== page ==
All business owners need to be aware of VAT and what it means for their business. Some businesses are required to register for VAT whereas others can choose to do so. Here we’ll run through what you need to know about VAT, including how and when to register and why it might benefit your business.
What is VAT?
VAT stands for value added tax and it’s a sales tax collected on behalf of HMRC. The VAT part of any income never belongs to the business so it’s helpful to set it aside immediately in a separate account - if you have Starling you can create a saving Space for this. You are allowed to reduce the amount owed to HMRC by any VAT that you have suffered on your own purchases and expenses, provided that you have a valid VAT invoice as proof.
At the moment, the standard rate of VAT is 20% for most goods and services. For some goods and services there is a reduced rate of 5%, for example on mobility aids for the elderly. A few things are exempt, at 0%, for example advertising services for charities.
When to register for VAT
It’s not compulsory to register for VAT until your VATable turnover exceeds, or is expected to exceed, £85,000* in any 12 month period. At the end of every month it’s worth checking whether you have invoiced more than this amount in the last 12 months.
How to register for VAT
When you approach this limit, it might be the point at which you decide to involve a bookkeeper or accountant in looking after your business rather than learning all the VAT rules yourself. You will usually have to submit VAT returns each quarter.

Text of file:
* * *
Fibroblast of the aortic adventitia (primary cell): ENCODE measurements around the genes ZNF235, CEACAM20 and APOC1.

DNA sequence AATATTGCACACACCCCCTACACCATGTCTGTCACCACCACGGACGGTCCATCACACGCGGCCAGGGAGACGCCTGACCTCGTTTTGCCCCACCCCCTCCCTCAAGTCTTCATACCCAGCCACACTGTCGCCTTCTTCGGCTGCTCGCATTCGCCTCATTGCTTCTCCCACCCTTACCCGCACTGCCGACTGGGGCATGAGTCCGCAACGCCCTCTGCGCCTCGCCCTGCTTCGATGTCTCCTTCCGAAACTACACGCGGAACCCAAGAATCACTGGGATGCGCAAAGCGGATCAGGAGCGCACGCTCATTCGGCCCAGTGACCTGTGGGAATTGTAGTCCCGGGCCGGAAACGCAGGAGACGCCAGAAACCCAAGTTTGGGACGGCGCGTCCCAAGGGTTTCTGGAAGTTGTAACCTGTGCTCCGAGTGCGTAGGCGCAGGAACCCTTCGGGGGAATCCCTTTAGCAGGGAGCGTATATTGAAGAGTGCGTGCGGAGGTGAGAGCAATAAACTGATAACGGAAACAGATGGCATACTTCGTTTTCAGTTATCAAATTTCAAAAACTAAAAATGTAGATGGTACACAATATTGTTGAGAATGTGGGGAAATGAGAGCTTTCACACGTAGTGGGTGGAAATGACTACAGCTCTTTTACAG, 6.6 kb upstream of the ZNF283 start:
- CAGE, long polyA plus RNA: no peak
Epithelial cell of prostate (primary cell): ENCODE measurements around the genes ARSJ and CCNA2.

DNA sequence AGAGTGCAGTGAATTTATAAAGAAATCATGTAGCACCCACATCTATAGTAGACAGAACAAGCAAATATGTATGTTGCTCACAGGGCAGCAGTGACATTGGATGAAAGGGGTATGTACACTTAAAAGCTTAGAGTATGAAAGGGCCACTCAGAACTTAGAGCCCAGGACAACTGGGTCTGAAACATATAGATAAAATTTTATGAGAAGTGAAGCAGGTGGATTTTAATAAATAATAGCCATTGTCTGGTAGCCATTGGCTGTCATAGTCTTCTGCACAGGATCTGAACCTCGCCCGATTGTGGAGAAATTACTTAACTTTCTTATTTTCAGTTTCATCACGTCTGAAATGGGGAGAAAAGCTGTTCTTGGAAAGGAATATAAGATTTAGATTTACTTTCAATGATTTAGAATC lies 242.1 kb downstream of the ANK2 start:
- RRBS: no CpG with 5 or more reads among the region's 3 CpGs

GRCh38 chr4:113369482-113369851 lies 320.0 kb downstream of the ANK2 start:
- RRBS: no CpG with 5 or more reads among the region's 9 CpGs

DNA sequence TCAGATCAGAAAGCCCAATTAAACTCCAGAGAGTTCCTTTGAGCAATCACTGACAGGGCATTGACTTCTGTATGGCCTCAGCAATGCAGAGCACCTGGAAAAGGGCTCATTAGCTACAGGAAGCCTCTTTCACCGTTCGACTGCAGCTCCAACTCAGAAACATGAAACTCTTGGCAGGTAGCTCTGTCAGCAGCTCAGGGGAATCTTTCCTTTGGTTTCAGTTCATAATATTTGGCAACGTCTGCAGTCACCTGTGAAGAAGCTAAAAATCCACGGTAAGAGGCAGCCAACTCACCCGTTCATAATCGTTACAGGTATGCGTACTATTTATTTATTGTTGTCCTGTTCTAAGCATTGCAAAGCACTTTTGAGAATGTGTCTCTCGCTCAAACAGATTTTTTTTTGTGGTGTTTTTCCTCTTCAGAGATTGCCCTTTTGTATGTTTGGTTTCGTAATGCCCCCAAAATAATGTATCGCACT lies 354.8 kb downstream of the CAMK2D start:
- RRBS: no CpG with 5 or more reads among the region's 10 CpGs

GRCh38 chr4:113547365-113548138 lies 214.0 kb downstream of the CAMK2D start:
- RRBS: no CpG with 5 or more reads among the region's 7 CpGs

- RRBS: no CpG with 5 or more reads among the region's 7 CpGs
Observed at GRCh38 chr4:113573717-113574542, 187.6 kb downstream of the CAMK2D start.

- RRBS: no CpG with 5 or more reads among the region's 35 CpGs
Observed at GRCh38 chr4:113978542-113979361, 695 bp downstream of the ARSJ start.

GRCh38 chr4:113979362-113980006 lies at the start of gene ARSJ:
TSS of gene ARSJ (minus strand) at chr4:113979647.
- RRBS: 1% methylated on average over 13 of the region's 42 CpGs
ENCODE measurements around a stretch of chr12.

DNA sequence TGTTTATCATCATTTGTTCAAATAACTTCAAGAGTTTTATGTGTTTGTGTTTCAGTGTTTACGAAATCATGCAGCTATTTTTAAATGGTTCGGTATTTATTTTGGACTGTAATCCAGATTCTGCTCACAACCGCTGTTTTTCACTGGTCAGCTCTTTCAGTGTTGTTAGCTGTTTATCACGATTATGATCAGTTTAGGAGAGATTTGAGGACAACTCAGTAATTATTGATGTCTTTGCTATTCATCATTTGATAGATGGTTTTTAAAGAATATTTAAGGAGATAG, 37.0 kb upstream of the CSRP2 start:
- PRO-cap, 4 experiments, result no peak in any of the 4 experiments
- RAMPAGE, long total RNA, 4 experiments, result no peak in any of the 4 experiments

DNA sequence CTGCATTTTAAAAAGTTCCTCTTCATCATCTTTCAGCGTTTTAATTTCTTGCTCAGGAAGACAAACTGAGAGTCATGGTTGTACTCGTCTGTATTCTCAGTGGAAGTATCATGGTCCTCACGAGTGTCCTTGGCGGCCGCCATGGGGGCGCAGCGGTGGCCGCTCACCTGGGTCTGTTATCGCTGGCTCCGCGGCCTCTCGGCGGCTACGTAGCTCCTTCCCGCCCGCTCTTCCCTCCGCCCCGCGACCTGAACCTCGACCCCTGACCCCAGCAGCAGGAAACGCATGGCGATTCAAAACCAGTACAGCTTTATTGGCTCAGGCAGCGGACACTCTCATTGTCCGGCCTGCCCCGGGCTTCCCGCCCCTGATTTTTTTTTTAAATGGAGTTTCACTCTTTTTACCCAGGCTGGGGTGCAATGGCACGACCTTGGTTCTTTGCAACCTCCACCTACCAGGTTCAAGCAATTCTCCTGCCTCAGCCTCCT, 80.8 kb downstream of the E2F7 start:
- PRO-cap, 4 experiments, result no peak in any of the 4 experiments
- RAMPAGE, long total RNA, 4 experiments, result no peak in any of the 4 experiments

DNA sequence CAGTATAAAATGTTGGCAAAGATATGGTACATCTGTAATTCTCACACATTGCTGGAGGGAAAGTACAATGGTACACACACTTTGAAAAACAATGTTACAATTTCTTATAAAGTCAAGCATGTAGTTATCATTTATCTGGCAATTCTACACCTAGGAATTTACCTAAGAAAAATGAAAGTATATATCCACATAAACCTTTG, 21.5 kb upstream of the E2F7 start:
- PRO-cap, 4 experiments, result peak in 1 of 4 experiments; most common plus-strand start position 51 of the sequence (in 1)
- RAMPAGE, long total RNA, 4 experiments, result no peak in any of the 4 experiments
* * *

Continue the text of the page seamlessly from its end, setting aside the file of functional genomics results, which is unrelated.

If you are VAT registered and above the £85,000 threshold, you are required to follow the Government’s Making Tax Digital (MTD) process, and use MTD compliant software to submit your VAT returns. For many of our Starling businesses customers, this can be done easily through the Business Toolkit, which complies with recent MTD changes.
Pros and cons of VAT registration
Some businesses prefer to wait until they are obliged to register for VAT, especially if they sell to customers or individuals who are not VAT registered (in which case your business would immediately appear 20% more expensive). However, there are also some good reasons why you might choose to register voluntarily before you reach the VAT threshold, such as reclaiming the VAT on items you purchase. Learn more about all the benefits of being VAT registered.
*current limit 2020/21